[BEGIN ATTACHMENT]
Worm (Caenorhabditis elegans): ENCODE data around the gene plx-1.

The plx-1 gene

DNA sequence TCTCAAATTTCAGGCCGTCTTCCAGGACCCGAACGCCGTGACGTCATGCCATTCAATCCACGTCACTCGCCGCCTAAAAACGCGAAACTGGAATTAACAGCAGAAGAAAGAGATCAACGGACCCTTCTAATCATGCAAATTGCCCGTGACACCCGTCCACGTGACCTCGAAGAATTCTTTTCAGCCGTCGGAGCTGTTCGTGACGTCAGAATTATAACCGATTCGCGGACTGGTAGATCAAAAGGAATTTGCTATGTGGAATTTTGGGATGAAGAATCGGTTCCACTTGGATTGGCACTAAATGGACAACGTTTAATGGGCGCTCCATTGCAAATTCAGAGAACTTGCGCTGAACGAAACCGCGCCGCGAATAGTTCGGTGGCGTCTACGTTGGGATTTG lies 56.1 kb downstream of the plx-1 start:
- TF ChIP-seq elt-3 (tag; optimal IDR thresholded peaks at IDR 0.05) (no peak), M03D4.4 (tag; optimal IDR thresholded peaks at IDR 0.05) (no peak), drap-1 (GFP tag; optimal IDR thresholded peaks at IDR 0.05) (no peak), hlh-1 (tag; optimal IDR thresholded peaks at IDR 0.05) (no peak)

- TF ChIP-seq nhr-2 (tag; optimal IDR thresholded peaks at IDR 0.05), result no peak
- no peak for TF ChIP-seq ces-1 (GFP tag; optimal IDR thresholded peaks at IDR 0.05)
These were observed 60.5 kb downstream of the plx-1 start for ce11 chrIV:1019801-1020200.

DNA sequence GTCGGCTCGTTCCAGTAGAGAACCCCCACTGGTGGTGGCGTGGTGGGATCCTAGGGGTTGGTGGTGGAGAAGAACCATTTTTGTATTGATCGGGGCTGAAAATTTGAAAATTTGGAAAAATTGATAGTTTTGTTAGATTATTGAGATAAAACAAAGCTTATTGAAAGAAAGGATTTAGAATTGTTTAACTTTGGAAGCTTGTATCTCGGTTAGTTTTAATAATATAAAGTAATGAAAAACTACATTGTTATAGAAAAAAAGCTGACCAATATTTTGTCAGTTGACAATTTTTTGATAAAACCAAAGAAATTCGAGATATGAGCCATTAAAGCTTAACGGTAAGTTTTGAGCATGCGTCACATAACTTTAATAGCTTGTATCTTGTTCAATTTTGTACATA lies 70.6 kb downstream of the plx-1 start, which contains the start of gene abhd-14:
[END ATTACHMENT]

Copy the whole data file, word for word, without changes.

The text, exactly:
Worm (Caenorhabditis elegans): ENCODE data around the gene plx-1.

The plx-1 gene

DNA sequence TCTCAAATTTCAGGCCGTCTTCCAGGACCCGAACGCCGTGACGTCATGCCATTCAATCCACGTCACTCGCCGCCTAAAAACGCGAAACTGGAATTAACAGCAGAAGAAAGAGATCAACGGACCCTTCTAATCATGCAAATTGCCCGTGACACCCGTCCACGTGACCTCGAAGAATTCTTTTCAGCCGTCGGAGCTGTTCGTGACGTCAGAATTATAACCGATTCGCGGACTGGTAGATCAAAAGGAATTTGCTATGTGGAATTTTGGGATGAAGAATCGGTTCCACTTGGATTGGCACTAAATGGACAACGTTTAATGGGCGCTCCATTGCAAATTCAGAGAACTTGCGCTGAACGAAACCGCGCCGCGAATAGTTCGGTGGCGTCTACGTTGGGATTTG lies 56.1 kb downstream of the plx-1 start:
- TF ChIP-seq elt-3 (tag; optimal IDR thresholded peaks at IDR 0.05) (no peak), M03D4.4 (tag; optimal IDR thresholded peaks at IDR 0.05) (no peak), drap-1 (GFP tag; optimal IDR thresholded peaks at IDR 0.05) (no peak), hlh-1 (tag; optimal IDR thresholded peaks at IDR 0.05) (no peak)

- TF ChIP-seq nhr-2 (tag; optimal IDR thresholded peaks at IDR 0.05), result no peak
- no peak for TF ChIP-seq ces-1 (GFP tag; optimal IDR thresholded peaks at IDR 0.05)
These were observed 60.5 kb downstream of the plx-1 start for ce11 chrIV:1019801-1020200.

DNA sequence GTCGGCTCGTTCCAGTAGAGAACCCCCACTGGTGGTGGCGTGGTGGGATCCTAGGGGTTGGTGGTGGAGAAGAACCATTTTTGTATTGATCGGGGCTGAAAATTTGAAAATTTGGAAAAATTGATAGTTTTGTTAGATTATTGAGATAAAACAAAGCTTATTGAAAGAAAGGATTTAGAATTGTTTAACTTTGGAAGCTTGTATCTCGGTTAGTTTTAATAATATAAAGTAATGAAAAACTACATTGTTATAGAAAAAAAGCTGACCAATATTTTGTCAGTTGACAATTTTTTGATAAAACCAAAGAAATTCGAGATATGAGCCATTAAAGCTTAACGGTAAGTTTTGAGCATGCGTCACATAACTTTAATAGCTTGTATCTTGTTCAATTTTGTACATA lies 70.6 kb downstream of the plx-1 start, which contains the start of gene abhd-14: